Suppression of US productivity through these conversions, or with unemployment is enhancing the success of China.

  • rpl

    I’m skeptical of the argument that it was Black-Death-induced equality that led to the demise of the second person singular in English. In the first place, the timing is all wrong. “Thou” seems to have survived in regular use until at least the 17th century, long after the Black Death. In the second place, that explanation doesn’t explain why the T-V distinction persists in other European languages spoken in places that also suffered plague.

    The usual explanation for the demise of “thou” is that its use in the King James Version of the Bible lent it an air of solemnity that undermined its function as an informal pronoun. This explanation fits the timing better (the KJV was finished in 1611), and it is consistent with the effect being confined to English.

    • Alrenous

      Things sometimes take a long time to die. But why not combine, and believe both? Societies are complex.

      Also, the English economy was more favourable to merchants. (“Nation of Shopkeepers.”)

      • Roger Thinstlater

        So you are completely wrong but rather than learn and accept that your guess was factually unsupportable, you say, “Why not combine, and believe both”.

        That’s how you roll? Oh, I am wrong, well let’s combine and believe both!!! Yeah, kumbala…

        I hope you are not in charge of teaching anyone. The Native Indians rode Unicorns when Abe Lincoln came over on the Enterprise. They didn’t? Well, let’s combine and believe!!!!

        Hate to be snarky, but you shouldn’t just make things up. Had you started with the word “Perhaps” rather than “Specifically” you may not look so silly.

        Happy Learnin’

  • Ari T

    Well where I live, we rarely use formal addressing however in Finnish, we have special words for casual and formal addressing. I think some people on the left are happy we don’t use that as it tells our society is more equal.

    The only place I actual learnt that was army, where it was regulated and highly required. Talk about signaling.

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  • botogol

    Gosh, Thou survived much longer than that in some areas, for instance in northern England certainly right into the 20th century, even to this day to a small extent.

    There’s a saying (various versions) “Don’t thee tha me, thee tha thysen, and see how tha likes it”

    don’t show me disrespect by calling me ‘thee’ . Try it on yourself and see how how you like it.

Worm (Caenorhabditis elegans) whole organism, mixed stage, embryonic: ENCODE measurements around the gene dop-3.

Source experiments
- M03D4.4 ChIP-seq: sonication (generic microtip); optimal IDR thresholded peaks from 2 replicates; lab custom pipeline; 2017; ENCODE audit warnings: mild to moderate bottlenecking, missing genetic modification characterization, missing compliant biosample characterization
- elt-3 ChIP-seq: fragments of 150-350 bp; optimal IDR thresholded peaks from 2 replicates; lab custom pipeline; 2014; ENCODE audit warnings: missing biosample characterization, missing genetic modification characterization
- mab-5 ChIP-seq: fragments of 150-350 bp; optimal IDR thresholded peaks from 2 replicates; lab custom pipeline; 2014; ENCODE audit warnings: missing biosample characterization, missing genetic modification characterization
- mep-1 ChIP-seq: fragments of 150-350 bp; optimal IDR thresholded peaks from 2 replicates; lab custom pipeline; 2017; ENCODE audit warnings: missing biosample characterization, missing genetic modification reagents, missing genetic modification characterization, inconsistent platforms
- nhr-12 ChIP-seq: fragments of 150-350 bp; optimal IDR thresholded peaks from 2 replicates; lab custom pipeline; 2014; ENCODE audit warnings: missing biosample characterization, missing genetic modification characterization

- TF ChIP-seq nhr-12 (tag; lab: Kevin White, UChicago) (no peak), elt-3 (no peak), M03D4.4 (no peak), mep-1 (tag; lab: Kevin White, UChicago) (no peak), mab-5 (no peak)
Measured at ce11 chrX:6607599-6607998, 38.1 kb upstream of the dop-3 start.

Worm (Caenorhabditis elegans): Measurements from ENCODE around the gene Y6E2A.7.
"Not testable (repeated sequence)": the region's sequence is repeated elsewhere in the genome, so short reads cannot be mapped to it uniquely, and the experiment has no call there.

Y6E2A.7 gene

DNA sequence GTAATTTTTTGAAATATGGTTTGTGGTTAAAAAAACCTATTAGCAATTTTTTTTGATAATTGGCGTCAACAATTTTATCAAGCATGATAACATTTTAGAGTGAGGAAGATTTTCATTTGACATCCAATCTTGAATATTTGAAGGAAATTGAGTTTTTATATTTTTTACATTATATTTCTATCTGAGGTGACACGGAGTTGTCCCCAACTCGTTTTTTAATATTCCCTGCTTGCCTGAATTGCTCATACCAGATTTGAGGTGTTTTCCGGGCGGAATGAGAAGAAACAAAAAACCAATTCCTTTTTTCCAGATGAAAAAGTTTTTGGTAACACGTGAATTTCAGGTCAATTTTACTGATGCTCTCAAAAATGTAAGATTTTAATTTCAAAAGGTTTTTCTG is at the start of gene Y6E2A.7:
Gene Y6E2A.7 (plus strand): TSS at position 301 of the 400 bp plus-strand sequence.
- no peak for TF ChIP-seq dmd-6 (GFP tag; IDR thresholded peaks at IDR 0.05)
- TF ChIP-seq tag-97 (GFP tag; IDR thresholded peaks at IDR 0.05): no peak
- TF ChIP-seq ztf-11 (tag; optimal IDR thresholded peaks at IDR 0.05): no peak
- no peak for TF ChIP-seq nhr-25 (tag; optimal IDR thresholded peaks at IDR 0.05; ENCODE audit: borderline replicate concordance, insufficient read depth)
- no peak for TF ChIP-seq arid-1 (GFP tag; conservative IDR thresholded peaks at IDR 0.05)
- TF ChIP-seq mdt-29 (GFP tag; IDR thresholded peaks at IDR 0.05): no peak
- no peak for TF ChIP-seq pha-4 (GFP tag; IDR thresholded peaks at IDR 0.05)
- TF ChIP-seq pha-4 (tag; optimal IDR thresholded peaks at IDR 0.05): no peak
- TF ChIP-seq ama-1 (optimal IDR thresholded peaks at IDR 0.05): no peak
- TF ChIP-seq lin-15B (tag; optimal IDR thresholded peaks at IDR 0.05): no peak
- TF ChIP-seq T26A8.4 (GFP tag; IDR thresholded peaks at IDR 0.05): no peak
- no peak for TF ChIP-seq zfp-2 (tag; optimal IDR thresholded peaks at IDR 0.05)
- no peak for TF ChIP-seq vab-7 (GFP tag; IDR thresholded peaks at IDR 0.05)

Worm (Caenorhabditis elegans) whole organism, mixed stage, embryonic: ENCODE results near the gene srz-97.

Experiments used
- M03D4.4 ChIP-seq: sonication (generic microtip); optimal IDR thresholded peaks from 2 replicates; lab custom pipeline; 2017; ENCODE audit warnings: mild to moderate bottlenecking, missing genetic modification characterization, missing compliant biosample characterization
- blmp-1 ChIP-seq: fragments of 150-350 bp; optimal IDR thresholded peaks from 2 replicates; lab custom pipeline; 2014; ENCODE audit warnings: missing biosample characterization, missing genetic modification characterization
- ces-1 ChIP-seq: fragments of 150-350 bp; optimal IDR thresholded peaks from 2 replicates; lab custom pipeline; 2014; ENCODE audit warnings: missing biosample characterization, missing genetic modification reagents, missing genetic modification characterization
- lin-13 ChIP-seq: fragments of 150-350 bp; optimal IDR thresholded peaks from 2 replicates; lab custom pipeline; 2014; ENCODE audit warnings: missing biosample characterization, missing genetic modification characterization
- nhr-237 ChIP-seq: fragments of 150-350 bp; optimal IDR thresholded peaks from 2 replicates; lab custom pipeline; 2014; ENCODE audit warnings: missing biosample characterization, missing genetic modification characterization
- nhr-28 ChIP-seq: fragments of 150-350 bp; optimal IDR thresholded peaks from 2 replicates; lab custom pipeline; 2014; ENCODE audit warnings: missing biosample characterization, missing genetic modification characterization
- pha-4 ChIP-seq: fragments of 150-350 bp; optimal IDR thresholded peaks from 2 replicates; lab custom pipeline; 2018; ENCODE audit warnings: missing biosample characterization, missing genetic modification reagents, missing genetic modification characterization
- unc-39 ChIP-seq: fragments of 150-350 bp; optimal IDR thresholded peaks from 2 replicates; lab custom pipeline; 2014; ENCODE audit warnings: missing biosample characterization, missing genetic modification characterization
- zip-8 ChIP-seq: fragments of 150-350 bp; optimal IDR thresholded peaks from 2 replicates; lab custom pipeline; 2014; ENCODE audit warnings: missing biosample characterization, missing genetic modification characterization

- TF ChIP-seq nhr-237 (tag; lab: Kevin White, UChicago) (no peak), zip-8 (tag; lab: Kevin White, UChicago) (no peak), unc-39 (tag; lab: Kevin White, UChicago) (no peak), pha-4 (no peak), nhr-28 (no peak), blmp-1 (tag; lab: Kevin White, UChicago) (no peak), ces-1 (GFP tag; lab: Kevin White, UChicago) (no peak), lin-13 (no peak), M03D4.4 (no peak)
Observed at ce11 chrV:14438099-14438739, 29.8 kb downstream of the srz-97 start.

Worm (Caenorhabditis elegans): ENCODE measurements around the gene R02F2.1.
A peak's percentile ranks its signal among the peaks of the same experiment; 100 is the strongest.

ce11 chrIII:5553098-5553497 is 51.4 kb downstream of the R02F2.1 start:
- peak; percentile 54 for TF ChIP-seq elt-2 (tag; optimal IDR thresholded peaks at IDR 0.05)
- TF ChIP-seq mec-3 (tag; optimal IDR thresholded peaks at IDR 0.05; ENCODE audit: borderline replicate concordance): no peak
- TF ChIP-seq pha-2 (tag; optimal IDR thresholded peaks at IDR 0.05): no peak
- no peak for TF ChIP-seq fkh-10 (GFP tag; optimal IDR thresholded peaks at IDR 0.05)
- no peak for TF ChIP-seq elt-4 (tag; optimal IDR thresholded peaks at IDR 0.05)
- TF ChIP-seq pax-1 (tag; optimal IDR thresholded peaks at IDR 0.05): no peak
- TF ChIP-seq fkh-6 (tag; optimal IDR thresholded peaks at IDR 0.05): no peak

• J Storrs Hall

    Don’t forget New Jersey’s contribution to our great linguistic culture:
    “youse guys”

  • Earl T

    Hey! “y’all ” by itself is a singular pronoun in the South.

    The plural form is “y’all y’all”

    Don’t y’all be confusin’ the masses!

  • Don’t think I agree with some of this.

    Thee and thou are objective and subjective familiar forms of address. The familiar in English, as with du in German, are/were used within families or when addressing underlings. The Quakers used the familiar form with the reasoning that all men are brothers. Be careful in continental Europe, since speaking familiarly with someone you don’t know extremely well can be construed as an insult.

    ‘Ye’ was the plural of ‘you’ in Old and Middle English. It’s use in pseudo-antique settings–for instance, Ye Olde Tea Shoppe–is an error. The ‘Y’ is actually a mistaken transcription for ‘thorn’ or ‘eth,’ the name of the Anglo-Saxon character that sounded like and is now replaced by ‘th.’ Some authorities consider these two characters interchangeable, while others consider them the unvoiced and voiced forms of the consonant.

    • Ye was not the plural of you. You and ye were both plural, but differ by case. See e.g. the table in wikipedia:

      2nd person plural (or formal singular), nominative: ye
      2nd person plural (or formal singular), accusative: you
      2nd person plural (or formal singular), genitive: your
      2nd person plural (or formal singular), possessive: yours

  • Sean G

    And in Pittsburgh and its surrounds, its “yinz” (for you ones)

  • Thomas

    The formal familiar “tu” and “usted” is holding up well in Spanish in the singular, not so in the plural. The plural familiar “vosotros” and verb forms are moribund. Recently the General Confession in Mass switched from asking “vosotros hermanos … intercedais por mi” to “ustedes hermanos … intercenen por me” (you, brothers … pray for me) and Latin Americans are about as likely to use the familiar plural verb conjugations as English speakers are to use “speakest” or “hast.”

    But the orgin of “usted” is interesting. Latin did not have a familar/formal pronoun differenct. “Usted” developend in a two step process. First the plural possessive pronoun “vuestro” was used with “merced” to become “vuestra merced.” not “you” but “your grace.” Then the phrase got compacted into a word, “usted” which is still abbreviated “Vd.”

  • bgarrett

    It has always baffled me why so many do no recognize that ‘you’ can be singular or plural.